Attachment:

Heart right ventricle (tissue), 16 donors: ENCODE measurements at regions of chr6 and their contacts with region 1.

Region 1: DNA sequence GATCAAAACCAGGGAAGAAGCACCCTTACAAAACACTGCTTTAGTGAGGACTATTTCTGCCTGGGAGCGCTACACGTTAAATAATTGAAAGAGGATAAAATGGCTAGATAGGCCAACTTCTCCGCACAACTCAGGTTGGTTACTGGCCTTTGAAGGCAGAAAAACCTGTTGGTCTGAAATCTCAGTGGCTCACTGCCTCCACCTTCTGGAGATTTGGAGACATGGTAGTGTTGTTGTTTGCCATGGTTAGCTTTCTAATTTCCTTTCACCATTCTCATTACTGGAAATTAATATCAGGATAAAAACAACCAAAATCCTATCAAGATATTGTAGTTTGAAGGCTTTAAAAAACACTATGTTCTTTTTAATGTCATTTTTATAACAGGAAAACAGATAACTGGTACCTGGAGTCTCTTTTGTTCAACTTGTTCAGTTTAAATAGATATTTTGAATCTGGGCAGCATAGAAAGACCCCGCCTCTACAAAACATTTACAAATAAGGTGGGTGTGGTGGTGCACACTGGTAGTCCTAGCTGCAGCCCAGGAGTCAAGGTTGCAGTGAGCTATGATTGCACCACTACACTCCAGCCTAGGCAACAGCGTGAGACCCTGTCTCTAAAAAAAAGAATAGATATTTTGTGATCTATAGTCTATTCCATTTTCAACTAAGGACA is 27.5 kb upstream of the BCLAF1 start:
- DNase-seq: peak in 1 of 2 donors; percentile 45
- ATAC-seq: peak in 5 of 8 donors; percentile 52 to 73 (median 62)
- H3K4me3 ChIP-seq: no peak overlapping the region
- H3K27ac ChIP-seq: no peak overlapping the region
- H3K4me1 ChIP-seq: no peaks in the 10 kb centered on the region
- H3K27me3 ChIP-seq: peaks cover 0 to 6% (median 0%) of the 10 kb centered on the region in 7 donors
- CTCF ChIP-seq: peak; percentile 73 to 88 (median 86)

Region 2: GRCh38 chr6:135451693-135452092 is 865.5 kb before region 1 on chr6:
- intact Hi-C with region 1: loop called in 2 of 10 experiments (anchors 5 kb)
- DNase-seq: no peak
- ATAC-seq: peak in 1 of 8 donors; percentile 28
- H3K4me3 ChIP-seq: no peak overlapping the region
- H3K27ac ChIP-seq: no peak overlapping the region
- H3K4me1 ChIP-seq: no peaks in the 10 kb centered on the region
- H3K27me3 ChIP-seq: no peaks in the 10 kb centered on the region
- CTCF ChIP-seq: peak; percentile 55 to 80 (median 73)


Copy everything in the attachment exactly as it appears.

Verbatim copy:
Heart right ventricle (tissue), 16 donors: ENCODE measurements at regions of chr6 and their contacts with region 1.

Region 1: DNA sequence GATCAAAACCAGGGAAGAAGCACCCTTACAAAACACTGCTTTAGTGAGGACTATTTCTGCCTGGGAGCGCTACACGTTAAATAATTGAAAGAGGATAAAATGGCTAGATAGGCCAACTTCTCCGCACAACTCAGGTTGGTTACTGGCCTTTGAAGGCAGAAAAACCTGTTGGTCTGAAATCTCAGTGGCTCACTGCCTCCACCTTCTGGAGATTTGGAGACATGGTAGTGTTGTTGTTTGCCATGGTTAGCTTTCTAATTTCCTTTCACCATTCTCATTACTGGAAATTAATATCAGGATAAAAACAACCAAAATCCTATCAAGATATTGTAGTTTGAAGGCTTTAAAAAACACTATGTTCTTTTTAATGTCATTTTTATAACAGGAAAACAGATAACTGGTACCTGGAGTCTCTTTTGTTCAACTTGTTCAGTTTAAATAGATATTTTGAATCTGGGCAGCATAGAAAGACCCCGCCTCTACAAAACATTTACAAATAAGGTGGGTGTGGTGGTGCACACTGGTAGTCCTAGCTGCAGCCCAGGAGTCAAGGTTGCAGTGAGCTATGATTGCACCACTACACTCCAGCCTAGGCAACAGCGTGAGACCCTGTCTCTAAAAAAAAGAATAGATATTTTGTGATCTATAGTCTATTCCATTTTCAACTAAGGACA is 27.5 kb upstream of the BCLAF1 start:
- DNase-seq: peak in 1 of 2 donors; percentile 45
- ATAC-seq: peak in 5 of 8 donors; percentile 52 to 73 (median 62)
- H3K4me3 ChIP-seq: no peak overlapping the region
- H3K27ac ChIP-seq: no peak overlapping the region
- H3K4me1 ChIP-seq: no peaks in the 10 kb centered on the region
- H3K27me3 ChIP-seq: peaks cover 0 to 6% (median 0%) of the 10 kb centered on the region in 7 donors
- CTCF ChIP-seq: peak; percentile 73 to 88 (median 86)

Region 2: GRCh38 chr6:135451693-135452092 is 865.5 kb before region 1 on chr6:
- intact Hi-C with region 1: loop called in 2 of 10 experiments (anchors 5 kb)
- DNase-seq: no peak
- ATAC-seq: peak in 1 of 8 donors; percentile 28
- H3K4me3 ChIP-seq: no peak overlapping the region
- H3K27ac ChIP-seq: no peak overlapping the region
- H3K4me1 ChIP-seq: no peaks in the 10 kb centered on the region
- H3K27me3 ChIP-seq: no peaks in the 10 kb centered on the region
- CTCF ChIP-seq: peak; percentile 55 to 80 (median 73)